Off because I had a major roadblock with  the process.  My roadblock had to do with all the different things I want to accomplish with journaling, all the ways I have heard and learned to do it effectively, and the lack of a good way to section my journals.

You see, I have several uses I want to put my journals to (currently):

  • Keeping a dairy
  • Making a daily gratitude list
  • Keeping a daily list of 3 Good Things
  • Brainstorming
  • Keeping study notes
  • Holding course assignments for whatever program I am going through at the time

The trouble is, how do I keep all the sections straight?  My first solution? A different journal for each purpose!


Not only is this a crimp on the pocketbook, but if you are like me and you get pulled from one cool subject to the next quickly, you don’t want to be lugging around 6 different journals as you adventure about the world.  Also, what happens if you make an entry in the wrong one?  And, who wants to keep this stack at your bedside?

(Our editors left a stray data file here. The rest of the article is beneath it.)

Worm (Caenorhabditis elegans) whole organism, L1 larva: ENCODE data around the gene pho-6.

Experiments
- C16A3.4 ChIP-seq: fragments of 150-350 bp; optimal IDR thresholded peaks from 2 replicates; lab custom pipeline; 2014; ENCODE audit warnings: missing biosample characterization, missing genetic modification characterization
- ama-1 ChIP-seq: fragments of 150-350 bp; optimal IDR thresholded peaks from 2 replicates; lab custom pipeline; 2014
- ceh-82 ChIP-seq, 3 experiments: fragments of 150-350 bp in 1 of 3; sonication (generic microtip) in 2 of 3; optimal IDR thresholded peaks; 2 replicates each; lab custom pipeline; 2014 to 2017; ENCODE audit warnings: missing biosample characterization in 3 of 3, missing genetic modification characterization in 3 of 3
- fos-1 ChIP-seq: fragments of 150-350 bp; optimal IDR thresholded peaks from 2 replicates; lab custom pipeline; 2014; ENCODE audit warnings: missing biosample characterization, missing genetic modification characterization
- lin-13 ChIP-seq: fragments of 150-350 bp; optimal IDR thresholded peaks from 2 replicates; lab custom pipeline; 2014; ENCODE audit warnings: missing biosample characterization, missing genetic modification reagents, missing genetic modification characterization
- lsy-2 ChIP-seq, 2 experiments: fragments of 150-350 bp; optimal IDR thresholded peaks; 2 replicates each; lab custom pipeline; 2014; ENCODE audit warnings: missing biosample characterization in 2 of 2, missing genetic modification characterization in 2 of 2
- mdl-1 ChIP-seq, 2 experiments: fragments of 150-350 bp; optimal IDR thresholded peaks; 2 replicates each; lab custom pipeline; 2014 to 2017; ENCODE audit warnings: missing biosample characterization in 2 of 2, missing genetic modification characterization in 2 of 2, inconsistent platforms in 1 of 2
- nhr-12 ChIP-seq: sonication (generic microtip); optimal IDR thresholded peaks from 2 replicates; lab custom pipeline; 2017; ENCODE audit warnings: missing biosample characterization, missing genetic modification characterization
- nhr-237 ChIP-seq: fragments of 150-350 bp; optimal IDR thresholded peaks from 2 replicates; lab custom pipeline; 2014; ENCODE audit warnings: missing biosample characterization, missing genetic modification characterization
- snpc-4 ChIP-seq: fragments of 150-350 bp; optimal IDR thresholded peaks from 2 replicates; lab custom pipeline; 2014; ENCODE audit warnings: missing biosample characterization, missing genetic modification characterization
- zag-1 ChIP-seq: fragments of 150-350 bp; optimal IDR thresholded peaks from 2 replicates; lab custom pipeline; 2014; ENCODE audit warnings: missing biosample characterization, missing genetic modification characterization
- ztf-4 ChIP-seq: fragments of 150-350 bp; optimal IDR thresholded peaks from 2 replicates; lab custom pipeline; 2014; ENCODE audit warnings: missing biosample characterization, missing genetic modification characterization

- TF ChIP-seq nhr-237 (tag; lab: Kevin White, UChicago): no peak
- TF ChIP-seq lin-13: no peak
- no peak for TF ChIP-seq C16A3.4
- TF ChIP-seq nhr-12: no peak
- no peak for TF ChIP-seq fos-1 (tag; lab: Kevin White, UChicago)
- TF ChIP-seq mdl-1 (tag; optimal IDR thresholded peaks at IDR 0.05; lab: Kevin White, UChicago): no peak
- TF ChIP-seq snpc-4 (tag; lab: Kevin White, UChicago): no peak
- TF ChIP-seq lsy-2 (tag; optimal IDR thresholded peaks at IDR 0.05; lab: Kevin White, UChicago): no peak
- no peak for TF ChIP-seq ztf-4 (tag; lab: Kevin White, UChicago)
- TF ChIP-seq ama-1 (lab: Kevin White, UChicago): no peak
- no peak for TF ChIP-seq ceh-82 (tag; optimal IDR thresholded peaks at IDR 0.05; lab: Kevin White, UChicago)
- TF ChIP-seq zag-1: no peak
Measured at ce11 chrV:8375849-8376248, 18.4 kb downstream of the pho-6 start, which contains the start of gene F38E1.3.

My next brilliant solution was to use post-it notes to delineate the various sections, so that I would be easily able to flip back and forth.

Epic Fail!

This thing ended up sinking a third of the time hunting through the tome for a particular thread, a third of the time in trying to make sure I maintained the design well, and the last third giving up on journaling!



So, what’s the solution?  Ta-da!

Page flow!

(I came up with that name. The idea, however, was seeded from some cool MoleSkine hack articles I read a while back that recently jelled for me.)

In order to implement this you need to take a couple of steps.

1 – Get a blank journal.

2 – Number the pages

Now, when your writing in the journal you can reference what page your last entry was on for a particular subject, as well as the next:

You can also reference the page where the last entry was on the topic and show that the topic continues on the next page:

There you have it.  Now whenever you want to read multiple sections of a subject you can just follow the page prompts.

The only thing I would add is an index.  Some hackers suggest a table of contents up front in the journal, a few pages you leave blank and fill in as you start subjects in the journal.  I don’t like that method because a table of contents feels like it has to be in order.  Of course, an index should be in alphabetical order, but violating that convention feels less egregious to me.  YMMV.

I hope you got something out of this piece.  Keep up the journaling!  It’s good for you!